Applying the Court’s approach in Beckwith, the deciding factor hinges on the “qualitative distinction” of whether the behaviour in question impacts the profession and the individual as a provider of professional services, or whether it simply impacts the professional’s individual reputation, with only the former being capable of amounting to misconduct. This distinction therefore limits how far regulators can look into the private lives of those they regulate, and raises the evidential burden on regulators.
In bringing proceedings relating to sexual misconduct, accountancy regulators will need to show that behaviour goes beyond what would otherwise be regarded as simply morally wrong or inappropriate behaviour. One way this might be evidenced is by showing an abuse of position or authority. What remains unclear, however, is what this might look like. In Beckwith, the sexual encounter between the Partner and Associate Solicitor who had recently resigned was not considered to be an abuse of position. Had the encounter involved a more junior lawyer where the Partner was in a position of greater authority, or had the event been more closely tied to a work event, matters might have been very different.
Challenge #3: Authorities from different regulatory schemes cannot be relied on
In practice, the Court of Appeal authority in Wingate v SRA is often cited in cases concerning the integrity of professional accountants, despite integrity being specifically defined in the Ethical Codes. The High Court in Beckwith, however, appeared to disagree with this approach, apparently suggesting it to be inappropriate for authorities concerning one regulatory scheme to be applied in disciplinary proceedings relating to another profession. This again is difficult to reconcile with the plethora of case law that is cited routinely across regulatory regimes, for example, authorities relating to dishonesty, abuse of court process, and proceeding in absence etc.
If followed, the implications of the Court’s approach on accountancy regulation would be two-fold. First, it suggests where a regulatory framework explicitly defines a concept, such as integrity, as is defined in the Ethical Codes for accountants, it would be inappropriate to extend this express expectation to encompass wider definitions and applicable tests drawn from cases concerning other regulators. The second issue is more difficult. Where definitions on complex concepts do not exist, for example, for professional behaviour, non-statutory regulators such as the ICAEW, ACCA, and CIMA, would be unable to rely on case law across regulatory schemes, yet unable to test complex concepts for themselves without the right of statutory appeal to the High Court. It is for this reason that we believe that the Court’s comments on this topic in Beckwith should be read as being specific to the facts in that case, and the principle expounded is unlikely to be followed, given its excessively restrictive implications beyond the case in point.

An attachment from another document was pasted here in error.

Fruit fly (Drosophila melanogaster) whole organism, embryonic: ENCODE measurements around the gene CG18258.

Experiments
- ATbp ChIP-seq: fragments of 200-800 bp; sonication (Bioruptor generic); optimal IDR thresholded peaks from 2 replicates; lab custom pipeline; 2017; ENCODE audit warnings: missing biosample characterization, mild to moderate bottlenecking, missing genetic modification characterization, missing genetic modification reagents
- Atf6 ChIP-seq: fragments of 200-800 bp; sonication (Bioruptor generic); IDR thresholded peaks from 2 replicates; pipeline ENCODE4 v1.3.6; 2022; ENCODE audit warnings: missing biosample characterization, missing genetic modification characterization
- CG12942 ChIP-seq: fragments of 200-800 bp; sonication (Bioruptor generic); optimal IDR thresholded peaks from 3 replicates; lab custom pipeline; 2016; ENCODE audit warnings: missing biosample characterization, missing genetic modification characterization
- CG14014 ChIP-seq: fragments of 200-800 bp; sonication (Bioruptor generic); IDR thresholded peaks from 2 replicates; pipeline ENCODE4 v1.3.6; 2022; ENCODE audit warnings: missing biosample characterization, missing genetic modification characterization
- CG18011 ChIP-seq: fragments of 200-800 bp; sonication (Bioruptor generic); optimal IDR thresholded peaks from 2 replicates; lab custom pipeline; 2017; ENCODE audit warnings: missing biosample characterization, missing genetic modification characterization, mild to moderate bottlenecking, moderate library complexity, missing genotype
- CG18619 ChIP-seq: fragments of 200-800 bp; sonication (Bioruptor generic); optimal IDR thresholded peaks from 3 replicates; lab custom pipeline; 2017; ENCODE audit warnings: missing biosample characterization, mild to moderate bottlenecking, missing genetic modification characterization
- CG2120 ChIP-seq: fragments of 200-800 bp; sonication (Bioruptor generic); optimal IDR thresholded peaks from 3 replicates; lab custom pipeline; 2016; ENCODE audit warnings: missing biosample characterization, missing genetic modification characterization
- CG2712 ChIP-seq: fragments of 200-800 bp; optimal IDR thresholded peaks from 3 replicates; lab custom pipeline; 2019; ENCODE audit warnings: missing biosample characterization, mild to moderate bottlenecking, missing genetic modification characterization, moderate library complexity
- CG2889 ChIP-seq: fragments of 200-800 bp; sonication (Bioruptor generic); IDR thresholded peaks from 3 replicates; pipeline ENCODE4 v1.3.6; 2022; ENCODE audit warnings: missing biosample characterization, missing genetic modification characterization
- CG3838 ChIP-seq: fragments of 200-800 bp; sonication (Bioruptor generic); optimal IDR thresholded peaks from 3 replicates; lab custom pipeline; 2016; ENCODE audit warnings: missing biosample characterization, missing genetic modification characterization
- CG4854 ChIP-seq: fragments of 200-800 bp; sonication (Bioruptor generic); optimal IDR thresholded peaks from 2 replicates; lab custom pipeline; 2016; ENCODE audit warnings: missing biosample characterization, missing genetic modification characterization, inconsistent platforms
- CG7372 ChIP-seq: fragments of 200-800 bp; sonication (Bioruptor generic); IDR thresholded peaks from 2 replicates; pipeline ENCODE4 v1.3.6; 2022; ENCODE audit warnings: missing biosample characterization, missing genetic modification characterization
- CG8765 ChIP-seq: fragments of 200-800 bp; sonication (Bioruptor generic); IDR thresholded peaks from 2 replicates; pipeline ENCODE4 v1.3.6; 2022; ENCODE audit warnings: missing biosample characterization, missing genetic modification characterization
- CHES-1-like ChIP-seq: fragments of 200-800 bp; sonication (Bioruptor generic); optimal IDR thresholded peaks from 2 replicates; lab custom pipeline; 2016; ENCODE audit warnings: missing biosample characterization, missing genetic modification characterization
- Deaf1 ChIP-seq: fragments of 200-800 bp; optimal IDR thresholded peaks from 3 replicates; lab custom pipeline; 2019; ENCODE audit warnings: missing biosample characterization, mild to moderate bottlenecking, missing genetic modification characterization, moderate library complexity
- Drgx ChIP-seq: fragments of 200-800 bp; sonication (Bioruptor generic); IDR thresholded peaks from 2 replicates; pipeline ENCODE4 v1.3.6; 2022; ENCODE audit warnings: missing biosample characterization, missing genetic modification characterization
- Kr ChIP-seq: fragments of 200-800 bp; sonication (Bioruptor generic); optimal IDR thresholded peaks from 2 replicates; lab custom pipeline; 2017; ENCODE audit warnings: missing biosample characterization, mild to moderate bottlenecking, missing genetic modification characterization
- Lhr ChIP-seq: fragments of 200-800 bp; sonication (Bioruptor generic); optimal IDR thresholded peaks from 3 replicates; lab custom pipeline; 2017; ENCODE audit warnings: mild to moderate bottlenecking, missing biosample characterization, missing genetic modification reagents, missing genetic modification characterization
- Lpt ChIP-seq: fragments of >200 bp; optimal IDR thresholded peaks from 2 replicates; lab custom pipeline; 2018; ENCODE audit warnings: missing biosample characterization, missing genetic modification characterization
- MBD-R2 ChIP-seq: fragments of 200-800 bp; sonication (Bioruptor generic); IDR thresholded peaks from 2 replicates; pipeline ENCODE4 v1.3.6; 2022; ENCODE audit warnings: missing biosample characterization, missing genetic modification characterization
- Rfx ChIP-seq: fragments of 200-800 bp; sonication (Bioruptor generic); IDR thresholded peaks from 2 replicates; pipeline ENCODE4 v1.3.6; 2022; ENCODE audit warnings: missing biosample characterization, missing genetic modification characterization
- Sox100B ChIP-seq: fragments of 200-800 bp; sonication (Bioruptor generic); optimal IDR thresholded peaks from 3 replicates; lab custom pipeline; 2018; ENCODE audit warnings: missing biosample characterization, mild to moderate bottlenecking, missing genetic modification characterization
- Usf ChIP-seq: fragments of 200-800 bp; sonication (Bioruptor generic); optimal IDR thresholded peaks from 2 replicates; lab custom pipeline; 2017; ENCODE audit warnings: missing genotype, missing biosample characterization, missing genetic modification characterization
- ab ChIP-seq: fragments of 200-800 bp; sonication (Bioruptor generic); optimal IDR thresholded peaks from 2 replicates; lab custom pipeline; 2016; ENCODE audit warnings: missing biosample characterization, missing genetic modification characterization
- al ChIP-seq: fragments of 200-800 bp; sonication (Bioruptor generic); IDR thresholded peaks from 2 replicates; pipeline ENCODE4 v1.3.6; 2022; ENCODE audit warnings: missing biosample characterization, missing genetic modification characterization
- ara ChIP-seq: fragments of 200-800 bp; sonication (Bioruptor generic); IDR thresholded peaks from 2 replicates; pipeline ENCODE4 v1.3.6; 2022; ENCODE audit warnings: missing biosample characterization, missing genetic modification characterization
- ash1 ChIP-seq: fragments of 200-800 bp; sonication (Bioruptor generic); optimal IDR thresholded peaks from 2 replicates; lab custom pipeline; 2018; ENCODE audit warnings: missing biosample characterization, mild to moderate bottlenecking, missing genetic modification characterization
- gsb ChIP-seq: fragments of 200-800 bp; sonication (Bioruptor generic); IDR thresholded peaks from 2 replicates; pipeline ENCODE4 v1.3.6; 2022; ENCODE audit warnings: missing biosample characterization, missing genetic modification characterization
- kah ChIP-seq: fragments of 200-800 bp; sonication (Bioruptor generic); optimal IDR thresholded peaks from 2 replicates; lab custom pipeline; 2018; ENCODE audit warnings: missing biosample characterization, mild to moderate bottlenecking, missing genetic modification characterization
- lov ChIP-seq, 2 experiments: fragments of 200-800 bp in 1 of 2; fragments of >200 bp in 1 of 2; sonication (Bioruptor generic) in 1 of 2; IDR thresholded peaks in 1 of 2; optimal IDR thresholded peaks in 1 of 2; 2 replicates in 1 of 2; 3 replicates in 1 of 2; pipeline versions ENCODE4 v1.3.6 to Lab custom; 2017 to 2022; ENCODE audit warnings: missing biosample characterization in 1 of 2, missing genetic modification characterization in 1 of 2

As accountancy regulators look more closely at sexual misconduct concerning their members, the judgment in Beckwith v SRA presents a great deal of contemplation. Some challenges are more significant than others. The Court’s rejection of a principles-based approach to regulation which underpins the regulatory frameworks governing professional accountants, and indeed many other financial services professionals, is an anomaly to previous decisions of the Court. Likewise, the limitation on relying on case law across regulatory schemes sits in stark contrast to the surplus of earlier cases that have drawn benefit from this approach. The more likely implication of Beckwith v SRA lies in the Court’s approach to determining what type of behaviour is capable of amounting to misconduct. In bringing allegations, accountancy regulators will need to be careful that the conduct in question goes beyond that which “would be generally regarded as wrong, inappropriate, or even for the person concerned, disgraceful”.
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ABOUT THE AUTHORS
Julie Matheson is a partner in the Regulatory Team. Her expertise lies in advising professionals and professional services firms, particularly in the accountancy and built environment sector, on regulatory compliance, investigations and enforcement proceedings.Julie assists clients with a range of regulatory issues, ranging from non-contentious advice on compliance with a regulator’s rules and procedures, to defending clients subject to regulatory investigations and prosecutions.
Lucinda is a professional support lawyer in the Regulatory team, and is responsible for knowledge management and practice development. She has previously advised individuals and professional bodies in the legal and accountancy sectors, on authorisations, compliance, ethics, and regulatory policy.
Professional Support Lawyer